‘Camera Without Borders – the World of Caroline Littell’ to be on display at Herrick


A retrospective of travel photography by the late Caroline Littell of Alfred will be on view Friday, June 12 through Wednesday, July 15 on the main floor of Alfred University’s (AU) Herrick Memorial Library. The public is invited to an opening reception for “Camera Without Borders – the World of Caroline Littell” from 2 to 4 p.m. June 12.

The library’s summer hours are from 8 a.m. to 5 p.m. Monday through Thursday; 8 a.m. to 4:30 p.m. Friday. The library is closed weekends.

Littell was a freelance photographer whose images illustrated articles on tourism and travel in several dozen newspapers and magazines in this country and in Europe. For more than 30 years, major publications featuring her photography included The Los Angeles Times, Travel & Leisure Magazine, The San Francisco Examiner, The Chicago Sun Times, The Milwaukee Journal, The Athens (Greece) News, The Denver Post, The New Orleans Times Picayune and Ocean Navigator Magazine.

In Western New York, her work appeared regularly in The Buffalo News, The Rochester Democrat & Chronicle, The Hornell Sunday Spectator, The Olean Times Herald, and The Alfred Sun.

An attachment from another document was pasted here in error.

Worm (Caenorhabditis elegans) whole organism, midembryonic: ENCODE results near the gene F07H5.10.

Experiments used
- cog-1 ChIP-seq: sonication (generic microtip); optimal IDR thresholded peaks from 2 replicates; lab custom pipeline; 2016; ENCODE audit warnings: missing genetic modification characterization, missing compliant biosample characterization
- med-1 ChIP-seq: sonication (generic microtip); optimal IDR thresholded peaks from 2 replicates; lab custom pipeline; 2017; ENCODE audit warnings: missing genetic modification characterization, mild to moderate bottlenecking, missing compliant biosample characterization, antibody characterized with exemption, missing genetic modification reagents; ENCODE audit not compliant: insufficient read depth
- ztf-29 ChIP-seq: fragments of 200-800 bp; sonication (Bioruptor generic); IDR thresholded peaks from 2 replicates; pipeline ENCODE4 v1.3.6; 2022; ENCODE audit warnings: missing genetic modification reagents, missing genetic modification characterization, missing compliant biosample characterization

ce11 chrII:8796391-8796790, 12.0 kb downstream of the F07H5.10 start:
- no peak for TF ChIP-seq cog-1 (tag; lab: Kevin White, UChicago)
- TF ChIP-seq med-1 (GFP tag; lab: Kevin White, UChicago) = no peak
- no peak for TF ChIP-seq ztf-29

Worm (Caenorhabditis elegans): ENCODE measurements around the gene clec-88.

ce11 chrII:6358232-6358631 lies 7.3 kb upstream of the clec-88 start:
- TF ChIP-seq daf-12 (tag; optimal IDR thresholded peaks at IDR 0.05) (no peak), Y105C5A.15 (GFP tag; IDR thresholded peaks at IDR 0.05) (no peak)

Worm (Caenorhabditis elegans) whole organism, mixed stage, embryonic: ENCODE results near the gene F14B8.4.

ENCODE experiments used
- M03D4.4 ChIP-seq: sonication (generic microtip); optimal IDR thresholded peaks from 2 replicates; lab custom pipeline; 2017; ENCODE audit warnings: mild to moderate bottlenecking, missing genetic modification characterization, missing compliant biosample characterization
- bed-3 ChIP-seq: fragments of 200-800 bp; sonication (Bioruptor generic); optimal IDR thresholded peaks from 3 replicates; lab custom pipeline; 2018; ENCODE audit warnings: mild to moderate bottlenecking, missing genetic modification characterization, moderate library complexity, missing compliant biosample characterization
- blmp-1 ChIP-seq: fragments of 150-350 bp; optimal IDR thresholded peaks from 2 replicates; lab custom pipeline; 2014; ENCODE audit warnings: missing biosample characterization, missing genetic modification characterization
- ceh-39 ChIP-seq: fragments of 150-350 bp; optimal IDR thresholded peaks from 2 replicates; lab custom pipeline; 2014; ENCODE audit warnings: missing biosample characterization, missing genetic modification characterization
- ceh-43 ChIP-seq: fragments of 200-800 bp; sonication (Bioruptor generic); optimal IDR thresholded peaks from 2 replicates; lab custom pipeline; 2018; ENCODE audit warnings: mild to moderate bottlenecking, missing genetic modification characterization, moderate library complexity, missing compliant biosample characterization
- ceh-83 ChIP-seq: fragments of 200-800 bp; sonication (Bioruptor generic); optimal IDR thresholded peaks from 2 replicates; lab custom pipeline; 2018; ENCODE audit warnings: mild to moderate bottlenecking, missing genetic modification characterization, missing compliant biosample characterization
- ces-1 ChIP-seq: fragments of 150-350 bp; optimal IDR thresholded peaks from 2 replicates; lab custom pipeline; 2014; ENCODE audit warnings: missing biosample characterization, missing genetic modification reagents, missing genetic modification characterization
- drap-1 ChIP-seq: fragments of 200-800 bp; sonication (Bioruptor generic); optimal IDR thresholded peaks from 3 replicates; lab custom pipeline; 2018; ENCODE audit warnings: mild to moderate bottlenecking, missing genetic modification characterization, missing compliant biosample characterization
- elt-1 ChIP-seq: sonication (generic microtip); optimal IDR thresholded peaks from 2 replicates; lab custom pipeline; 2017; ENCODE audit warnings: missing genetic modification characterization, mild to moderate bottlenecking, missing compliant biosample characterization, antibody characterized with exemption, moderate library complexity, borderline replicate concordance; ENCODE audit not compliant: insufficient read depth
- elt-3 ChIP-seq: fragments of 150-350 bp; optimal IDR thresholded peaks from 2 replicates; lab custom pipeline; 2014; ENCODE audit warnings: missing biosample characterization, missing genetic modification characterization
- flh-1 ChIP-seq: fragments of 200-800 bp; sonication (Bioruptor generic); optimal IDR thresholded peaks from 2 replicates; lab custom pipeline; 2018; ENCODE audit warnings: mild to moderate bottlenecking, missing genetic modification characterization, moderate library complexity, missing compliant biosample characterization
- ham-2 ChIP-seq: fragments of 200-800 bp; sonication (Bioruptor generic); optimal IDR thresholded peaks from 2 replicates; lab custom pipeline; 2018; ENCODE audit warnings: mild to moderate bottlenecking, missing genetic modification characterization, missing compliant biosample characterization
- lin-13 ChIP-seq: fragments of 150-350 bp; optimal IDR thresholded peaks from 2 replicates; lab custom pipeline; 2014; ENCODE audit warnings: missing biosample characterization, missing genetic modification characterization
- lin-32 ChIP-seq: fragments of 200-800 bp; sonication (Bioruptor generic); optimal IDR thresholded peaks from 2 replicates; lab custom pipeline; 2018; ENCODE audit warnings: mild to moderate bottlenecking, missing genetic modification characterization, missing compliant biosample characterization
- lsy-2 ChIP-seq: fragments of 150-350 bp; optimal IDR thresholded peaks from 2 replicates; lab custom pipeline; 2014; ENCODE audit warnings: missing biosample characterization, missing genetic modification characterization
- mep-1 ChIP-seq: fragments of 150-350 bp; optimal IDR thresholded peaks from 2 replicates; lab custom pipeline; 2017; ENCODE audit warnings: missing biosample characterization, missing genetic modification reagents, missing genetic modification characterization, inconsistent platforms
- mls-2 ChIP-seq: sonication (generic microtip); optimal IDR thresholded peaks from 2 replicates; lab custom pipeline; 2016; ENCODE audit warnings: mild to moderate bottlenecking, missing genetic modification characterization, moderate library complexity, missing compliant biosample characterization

The 60 black-and-white photographs to be displayed at Herrick portray landscapes and people in locations ranging from Greece, Colombia, Thailand, and Burma to the American West and the plains of East Africa.
Born in Egypt of English parents, Littell was educated in England and later studied languages in France, Spain, Austria, and Greece. She immigrated to the United States in 1962, moving to Alfred in 1968.

As a photographer, Littell was entirely self-taught except for a brief period of instruction at AU. She worked for the most part in film, experimenting with digital formats only at the end of her career. But whether in film or in digital, her photography displayed a technical mastery of a demanding craft as well as an unerring eye for balanced composition.

Like Henri Cartier-Bresson, the French pioneer of modern photojournalism, Littell had the uncanny ability to capture on film that decisive moment of facial expression or body attitude that defines mood or personality.

Littell died earlier this year in Pasadena, CA, after a long illness.

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